The official closure of the University Art Gallery marks the most recent move in the administrative removal of student art spaces from campus. At such a point, it will take much more than the protest and plight of a single department to effectually address the eradication of arts, humanities, and student organization.
The University Art Gallery is finally closed. We say that not with relief, but with fatigue. Fatigue built up from the university’s relentless and often successful attack on non-profitable student spaces — the Crafts Center, graffiti hall and the C.H.E. Cafe. The wariness felt by the student artists and visual arts faculty who fight relentlessly to ensure their discipline remains alive at UCSD is too large a burden for any single department to carry. But moreover, this burden should be shared and owned by the whole student body, which will be worse off when the university fully becomes a homogenous vacuum in which creativity withers and corporatism thrives. With so few student spaces left standing, we have reached what is absolutely a critical point and potentially a final opportunity in this effort. It is more urgent now than ever to demonstrate the need for valuing arts through definitive and collective action.
The storm of events leading up to this moment have been wildly complicated. The UAG’s well-being first came into question almost exactly one year ago when university officials announced that the gallery would be put on hold indefinitely, which meant the release of its paid faculty. Many thought they would never see the space open again. However, after months of discussions and negotiations, university officials at last approved a proposal to open the gallery back up, at least temporarily, for an undergraduate art show titled “Meeting at Square One,” generating an overall optimism in the gallery’s future availability. Chair of the visual arts department Jack Greenstein even told the UCSD Guardian that he was beginning to schedule what would be next year’s shows. That is, until his superiors began discouraging him from bringing any more proposals forth.
Less than a week the show’s conclusion, students walking by the gallery were surprised to see a red “X” spray-painted across its doors and a huge banner hanging from the roof that read “Permanent Closure.” Many assumed it was an official announcement from the university and that the fate of the gallery was sealed. It turned out, however, that the “X” and the banner were installed by a group called the Collective Magpie — comprised of a pair of UCSD Masters of Fine Arts graduates — as part of their exhibit. It wasn’t until May 20, just a few days later, that university officials announced not only that the UAG would be permanently closed, but also that it would be turned into a classroom. In their press release, they cited the ever-increasing student population as the reason for their decision.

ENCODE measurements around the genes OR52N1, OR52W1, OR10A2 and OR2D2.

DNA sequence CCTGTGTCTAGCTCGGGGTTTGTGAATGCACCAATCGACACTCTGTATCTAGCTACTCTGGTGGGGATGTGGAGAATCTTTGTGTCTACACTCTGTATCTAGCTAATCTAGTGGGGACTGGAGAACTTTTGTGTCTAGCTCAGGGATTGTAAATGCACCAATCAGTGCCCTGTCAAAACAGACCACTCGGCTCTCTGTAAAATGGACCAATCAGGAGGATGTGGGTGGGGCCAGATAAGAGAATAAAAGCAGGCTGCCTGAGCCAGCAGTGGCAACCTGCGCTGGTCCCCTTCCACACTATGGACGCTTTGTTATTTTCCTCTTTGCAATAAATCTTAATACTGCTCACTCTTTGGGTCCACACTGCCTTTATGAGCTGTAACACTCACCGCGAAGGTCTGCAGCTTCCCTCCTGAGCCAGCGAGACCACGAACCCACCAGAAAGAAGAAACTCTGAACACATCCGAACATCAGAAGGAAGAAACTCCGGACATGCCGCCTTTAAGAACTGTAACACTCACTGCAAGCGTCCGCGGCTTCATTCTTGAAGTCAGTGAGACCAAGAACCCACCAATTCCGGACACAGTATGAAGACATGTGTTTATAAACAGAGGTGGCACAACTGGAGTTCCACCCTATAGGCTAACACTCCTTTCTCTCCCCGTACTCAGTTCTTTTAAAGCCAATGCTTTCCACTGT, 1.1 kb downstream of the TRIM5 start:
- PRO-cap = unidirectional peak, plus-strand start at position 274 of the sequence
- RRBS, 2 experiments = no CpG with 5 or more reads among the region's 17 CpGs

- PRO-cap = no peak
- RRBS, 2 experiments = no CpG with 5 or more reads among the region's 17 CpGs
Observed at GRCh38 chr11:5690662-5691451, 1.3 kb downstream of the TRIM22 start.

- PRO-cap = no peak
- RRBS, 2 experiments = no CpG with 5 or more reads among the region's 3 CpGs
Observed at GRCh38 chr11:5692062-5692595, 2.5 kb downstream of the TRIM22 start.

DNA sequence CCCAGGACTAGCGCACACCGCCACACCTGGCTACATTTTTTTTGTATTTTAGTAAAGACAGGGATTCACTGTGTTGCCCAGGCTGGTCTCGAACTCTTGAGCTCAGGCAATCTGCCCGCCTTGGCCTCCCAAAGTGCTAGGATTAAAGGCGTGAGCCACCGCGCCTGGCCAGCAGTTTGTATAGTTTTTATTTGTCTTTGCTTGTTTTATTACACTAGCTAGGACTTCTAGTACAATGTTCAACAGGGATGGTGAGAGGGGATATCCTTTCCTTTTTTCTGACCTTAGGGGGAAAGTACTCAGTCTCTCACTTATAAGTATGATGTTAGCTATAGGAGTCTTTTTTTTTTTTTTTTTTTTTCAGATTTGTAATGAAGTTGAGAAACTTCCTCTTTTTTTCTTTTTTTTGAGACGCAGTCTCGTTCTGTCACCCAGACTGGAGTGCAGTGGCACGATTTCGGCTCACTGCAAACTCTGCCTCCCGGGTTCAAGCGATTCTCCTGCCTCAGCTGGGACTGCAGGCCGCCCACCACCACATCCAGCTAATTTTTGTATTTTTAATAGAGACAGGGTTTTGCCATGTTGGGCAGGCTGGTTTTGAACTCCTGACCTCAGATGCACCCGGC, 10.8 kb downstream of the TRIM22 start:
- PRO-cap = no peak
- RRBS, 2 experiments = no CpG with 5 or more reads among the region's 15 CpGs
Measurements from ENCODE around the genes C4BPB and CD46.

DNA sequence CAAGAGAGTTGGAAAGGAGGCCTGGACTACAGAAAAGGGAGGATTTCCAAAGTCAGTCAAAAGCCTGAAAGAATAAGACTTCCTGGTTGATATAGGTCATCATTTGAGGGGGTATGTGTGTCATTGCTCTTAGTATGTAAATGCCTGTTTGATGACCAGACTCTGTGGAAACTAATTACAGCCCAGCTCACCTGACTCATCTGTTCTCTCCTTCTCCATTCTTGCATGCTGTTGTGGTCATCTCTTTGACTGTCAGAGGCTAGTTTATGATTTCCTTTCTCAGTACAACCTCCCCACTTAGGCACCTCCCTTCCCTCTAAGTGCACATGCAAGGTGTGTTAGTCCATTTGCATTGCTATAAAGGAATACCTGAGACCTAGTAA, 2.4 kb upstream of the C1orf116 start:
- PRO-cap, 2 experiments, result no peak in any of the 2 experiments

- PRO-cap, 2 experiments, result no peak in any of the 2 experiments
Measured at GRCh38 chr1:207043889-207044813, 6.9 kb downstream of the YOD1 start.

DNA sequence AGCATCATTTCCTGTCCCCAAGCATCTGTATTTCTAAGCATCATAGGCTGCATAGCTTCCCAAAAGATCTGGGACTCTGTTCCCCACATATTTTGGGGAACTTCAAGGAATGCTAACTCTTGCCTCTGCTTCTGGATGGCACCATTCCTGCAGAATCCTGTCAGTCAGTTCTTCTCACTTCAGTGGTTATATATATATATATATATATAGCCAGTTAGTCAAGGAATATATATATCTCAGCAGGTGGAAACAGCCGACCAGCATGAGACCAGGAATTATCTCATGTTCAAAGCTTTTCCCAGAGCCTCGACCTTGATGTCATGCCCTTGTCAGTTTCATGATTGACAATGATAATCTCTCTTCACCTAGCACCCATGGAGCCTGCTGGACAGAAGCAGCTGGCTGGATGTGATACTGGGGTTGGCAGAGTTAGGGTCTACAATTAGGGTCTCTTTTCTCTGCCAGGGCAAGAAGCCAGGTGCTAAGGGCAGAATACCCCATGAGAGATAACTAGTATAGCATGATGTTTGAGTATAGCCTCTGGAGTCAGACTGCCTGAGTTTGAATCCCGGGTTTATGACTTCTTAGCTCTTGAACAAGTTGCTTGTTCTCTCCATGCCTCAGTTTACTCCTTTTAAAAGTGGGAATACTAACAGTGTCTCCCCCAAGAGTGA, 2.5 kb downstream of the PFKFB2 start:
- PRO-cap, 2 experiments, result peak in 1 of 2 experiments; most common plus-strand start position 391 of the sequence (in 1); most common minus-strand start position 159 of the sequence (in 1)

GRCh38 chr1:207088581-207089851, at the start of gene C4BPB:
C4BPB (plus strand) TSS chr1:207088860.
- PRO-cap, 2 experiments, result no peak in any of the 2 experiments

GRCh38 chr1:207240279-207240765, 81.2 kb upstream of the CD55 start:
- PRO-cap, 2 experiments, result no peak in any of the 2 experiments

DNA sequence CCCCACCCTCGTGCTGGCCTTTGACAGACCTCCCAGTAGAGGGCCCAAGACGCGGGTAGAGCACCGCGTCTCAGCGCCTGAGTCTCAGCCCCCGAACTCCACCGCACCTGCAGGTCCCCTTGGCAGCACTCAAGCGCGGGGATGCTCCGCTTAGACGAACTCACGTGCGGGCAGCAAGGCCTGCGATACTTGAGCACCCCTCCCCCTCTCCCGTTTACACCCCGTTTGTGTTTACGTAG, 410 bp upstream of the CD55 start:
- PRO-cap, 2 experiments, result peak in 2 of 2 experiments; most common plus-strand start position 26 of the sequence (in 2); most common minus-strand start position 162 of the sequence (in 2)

Whether for the sake of creating classrooms or renovating for newer facilities, it can be expected that the closure of a student space will be delicately veiled with an alleged plan for betterment. What’s troubling is that it takes relentless pressure and protest from students and faculty to achieve transparency in administrative plans for the future of respective student spaces. For instance, the relocation of the International Center, which was announced fearfully and urgently by volunteers at the center through a Facebook campaign, was revealed by an administrative email sent out several days after the Facebook campaign started.
Though troubling, it is unsurprising that the permanent closure of the UAG coincides with a startling trend — the number of arts and humanities majors at UCSD has decreased 31 and 53 percent, respectively, since 2005. Reversing the trend is unlikely at best. As art spaces are being closed down, prospective students may feel that they do not have a space for expression, or even that they are passively unwelcome on our campus. Rather than fostering the arts and humanities to serve a distinct population of students at UCSD, the administration has opted for either STEM-oriented art, such as displays at Calit2 and Atkinson Hall, or maintaining the arts only if they yield large sums of money. Last May, Conrad Prebys made a donation of $500,000 to the Prebys Music Center, which was matched by the UC system’s Presidential Match for Endowed Chairs. Yet such funding is not available for spaces like the UAG and should not be a requirement for their existence. As the closures of Graffiti Hall and the Craft Center fall farther behind in UCSD history and see no purely art-based successors, our campus maintains its repulsion to spaces dedicated solely to art.
The closure of the UAG is not just another step toward the sterilization of student expression. It is the birth of a new campus order — one that not only neglects student interests that do not generate profit but actively seeks their eradication. For anyone opposed to a purely corporate future for UCSD, there is an immediate need to act with the departments being invalidated, with the groups being evicted and with the students whose academic interests are being treated as hobbies.